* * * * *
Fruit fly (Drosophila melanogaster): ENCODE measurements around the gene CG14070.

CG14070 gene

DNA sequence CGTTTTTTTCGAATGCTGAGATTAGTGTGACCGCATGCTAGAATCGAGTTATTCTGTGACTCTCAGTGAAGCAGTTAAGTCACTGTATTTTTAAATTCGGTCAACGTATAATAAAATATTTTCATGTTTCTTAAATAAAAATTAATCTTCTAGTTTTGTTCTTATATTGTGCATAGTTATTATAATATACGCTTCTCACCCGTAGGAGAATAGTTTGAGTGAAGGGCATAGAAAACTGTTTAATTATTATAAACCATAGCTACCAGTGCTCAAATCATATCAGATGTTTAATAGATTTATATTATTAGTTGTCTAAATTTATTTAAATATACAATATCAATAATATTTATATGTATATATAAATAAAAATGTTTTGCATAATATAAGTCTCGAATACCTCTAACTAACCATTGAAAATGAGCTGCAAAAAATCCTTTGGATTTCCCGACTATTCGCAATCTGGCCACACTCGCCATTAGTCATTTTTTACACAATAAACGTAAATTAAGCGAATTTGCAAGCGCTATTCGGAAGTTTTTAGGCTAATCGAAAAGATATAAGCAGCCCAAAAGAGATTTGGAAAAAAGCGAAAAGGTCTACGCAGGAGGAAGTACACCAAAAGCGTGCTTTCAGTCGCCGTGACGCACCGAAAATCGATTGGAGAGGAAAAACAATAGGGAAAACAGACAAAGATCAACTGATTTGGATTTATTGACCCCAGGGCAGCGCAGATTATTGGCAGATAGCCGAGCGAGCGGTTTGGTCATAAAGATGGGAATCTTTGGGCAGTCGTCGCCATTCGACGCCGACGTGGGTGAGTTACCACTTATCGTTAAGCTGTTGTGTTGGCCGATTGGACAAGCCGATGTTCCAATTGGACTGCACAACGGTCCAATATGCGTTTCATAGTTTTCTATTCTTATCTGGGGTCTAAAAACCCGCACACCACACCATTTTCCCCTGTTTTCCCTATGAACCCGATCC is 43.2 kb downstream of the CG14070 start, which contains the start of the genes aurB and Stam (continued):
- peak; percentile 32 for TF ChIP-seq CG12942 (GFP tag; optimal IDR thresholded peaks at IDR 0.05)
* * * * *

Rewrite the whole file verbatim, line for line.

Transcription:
Fruit fly (Drosophila melanogaster): ENCODE measurements around the gene CG14070.

CG14070 gene

DNA sequence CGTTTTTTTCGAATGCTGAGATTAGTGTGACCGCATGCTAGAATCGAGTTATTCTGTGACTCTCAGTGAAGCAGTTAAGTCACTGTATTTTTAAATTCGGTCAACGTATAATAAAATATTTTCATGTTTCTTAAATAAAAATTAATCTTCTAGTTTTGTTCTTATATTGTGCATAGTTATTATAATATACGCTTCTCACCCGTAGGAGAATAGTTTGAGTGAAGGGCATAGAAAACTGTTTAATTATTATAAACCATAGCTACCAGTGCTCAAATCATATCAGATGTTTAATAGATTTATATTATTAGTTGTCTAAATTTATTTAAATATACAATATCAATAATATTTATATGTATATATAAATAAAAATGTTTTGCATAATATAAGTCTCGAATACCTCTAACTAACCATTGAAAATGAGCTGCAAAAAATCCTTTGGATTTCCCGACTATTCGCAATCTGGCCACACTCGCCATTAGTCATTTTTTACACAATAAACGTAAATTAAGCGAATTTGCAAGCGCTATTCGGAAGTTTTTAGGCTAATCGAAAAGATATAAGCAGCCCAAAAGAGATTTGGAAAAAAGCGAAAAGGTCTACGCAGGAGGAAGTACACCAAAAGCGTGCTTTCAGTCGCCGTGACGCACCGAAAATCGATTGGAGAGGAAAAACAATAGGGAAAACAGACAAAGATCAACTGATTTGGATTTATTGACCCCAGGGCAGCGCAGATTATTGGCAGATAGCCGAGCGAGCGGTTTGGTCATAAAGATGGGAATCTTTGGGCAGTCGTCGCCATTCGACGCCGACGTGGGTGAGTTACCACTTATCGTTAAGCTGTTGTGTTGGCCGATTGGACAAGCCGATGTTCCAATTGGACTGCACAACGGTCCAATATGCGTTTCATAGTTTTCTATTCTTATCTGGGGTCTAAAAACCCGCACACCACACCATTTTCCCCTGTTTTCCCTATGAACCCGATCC is 43.2 kb downstream of the CG14070 start, which contains the start of the genes aurB and Stam (continued):
- peak; percentile 32 for TF ChIP-seq CG12942 (GFP tag; optimal IDR thresholded peaks at IDR 0.05)